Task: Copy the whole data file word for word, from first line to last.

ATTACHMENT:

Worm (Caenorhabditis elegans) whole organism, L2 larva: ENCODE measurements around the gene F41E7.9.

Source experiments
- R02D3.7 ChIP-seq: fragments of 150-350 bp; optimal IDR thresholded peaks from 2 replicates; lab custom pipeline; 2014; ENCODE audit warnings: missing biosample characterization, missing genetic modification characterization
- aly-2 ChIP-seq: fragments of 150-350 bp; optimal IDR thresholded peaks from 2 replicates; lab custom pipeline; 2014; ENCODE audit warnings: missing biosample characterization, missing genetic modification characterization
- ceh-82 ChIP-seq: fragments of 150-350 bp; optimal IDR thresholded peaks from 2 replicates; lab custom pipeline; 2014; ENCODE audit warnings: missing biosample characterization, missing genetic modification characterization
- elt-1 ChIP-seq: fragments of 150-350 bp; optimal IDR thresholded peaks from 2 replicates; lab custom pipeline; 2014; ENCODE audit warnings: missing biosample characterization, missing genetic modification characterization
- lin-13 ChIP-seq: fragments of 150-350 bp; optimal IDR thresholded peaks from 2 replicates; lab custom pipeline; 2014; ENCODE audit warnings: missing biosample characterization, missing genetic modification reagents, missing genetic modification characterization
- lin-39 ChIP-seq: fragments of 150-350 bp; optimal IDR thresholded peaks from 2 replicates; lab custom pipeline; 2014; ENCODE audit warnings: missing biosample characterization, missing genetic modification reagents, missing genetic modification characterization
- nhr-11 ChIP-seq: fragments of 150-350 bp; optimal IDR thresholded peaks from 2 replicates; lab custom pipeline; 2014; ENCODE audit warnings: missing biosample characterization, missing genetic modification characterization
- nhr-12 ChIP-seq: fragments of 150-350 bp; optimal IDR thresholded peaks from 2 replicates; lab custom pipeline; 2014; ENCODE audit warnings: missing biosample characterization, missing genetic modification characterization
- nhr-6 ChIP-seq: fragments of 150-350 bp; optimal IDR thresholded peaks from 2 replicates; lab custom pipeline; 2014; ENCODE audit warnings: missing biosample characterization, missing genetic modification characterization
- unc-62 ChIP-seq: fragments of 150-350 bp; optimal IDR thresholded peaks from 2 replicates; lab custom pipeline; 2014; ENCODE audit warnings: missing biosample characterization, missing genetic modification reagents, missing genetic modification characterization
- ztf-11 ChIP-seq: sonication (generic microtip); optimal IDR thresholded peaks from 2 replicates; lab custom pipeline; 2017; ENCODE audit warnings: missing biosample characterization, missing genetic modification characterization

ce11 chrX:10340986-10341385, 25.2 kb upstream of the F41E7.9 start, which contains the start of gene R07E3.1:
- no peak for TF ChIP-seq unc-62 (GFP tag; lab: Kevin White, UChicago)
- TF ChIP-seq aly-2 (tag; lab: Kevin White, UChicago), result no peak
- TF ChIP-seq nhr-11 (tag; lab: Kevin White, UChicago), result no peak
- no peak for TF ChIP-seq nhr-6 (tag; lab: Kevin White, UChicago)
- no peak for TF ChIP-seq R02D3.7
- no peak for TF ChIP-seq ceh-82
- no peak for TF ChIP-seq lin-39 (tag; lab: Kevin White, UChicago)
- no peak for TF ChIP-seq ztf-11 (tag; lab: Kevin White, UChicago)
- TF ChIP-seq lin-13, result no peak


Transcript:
Worm (Caenorhabditis elegans) whole organism, L2 larva: ENCODE measurements around the gene F41E7.9.

Source experiments
- R02D3.7 ChIP-seq: fragments of 150-350 bp; optimal IDR thresholded peaks from 2 replicates; lab custom pipeline; 2014; ENCODE audit warnings: missing biosample characterization, missing genetic modification characterization
- aly-2 ChIP-seq: fragments of 150-350 bp; optimal IDR thresholded peaks from 2 replicates; lab custom pipeline; 2014; ENCODE audit warnings: missing biosample characterization, missing genetic modification characterization
- ceh-82 ChIP-seq: fragments of 150-350 bp; optimal IDR thresholded peaks from 2 replicates; lab custom pipeline; 2014; ENCODE audit warnings: missing biosample characterization, missing genetic modification characterization
- elt-1 ChIP-seq: fragments of 150-350 bp; optimal IDR thresholded peaks from 2 replicates; lab custom pipeline; 2014; ENCODE audit warnings: missing biosample characterization, missing genetic modification characterization
- lin-13 ChIP-seq: fragments of 150-350 bp; optimal IDR thresholded peaks from 2 replicates; lab custom pipeline; 2014; ENCODE audit warnings: missing biosample characterization, missing genetic modification reagents, missing genetic modification characterization
- lin-39 ChIP-seq: fragments of 150-350 bp; optimal IDR thresholded peaks from 2 replicates; lab custom pipeline; 2014; ENCODE audit warnings: missing biosample characterization, missing genetic modification reagents, missing genetic modification characterization
- nhr-11 ChIP-seq: fragments of 150-350 bp; optimal IDR thresholded peaks from 2 replicates; lab custom pipeline; 2014; ENCODE audit warnings: missing biosample characterization, missing genetic modification characterization
- nhr-12 ChIP-seq: fragments of 150-350 bp; optimal IDR thresholded peaks from 2 replicates; lab custom pipeline; 2014; ENCODE audit warnings: missing biosample characterization, missing genetic modification characterization
- nhr-6 ChIP-seq: fragments of 150-350 bp; optimal IDR thresholded peaks from 2 replicates; lab custom pipeline; 2014; ENCODE audit warnings: missing biosample characterization, missing genetic modification characterization
- unc-62 ChIP-seq: fragments of 150-350 bp; optimal IDR thresholded peaks from 2 replicates; lab custom pipeline; 2014; ENCODE audit warnings: missing biosample characterization, missing genetic modification reagents, missing genetic modification characterization
- ztf-11 ChIP-seq: sonication (generic microtip); optimal IDR thresholded peaks from 2 replicates; lab custom pipeline; 2017; ENCODE audit warnings: missing biosample characterization, missing genetic modification characterization

ce11 chrX:10340986-10341385, 25.2 kb upstream of the F41E7.9 start, which contains the start of gene R07E3.1:
- no peak for TF ChIP-seq unc-62 (GFP tag; lab: Kevin White, UChicago)
- TF ChIP-seq aly-2 (tag; lab: Kevin White, UChicago), result no peak
- TF ChIP-seq nhr-11 (tag; lab: Kevin White, UChicago), result no peak
- no peak for TF ChIP-seq nhr-6 (tag; lab: Kevin White, UChicago)
- no peak for TF ChIP-seq R02D3.7
- no peak for TF ChIP-seq ceh-82
- no peak for TF ChIP-seq lin-39 (tag; lab: Kevin White, UChicago)
- no peak for TF ChIP-seq ztf-11 (tag; lab: Kevin White, UChicago)
- TF ChIP-seq lin-13, result no peak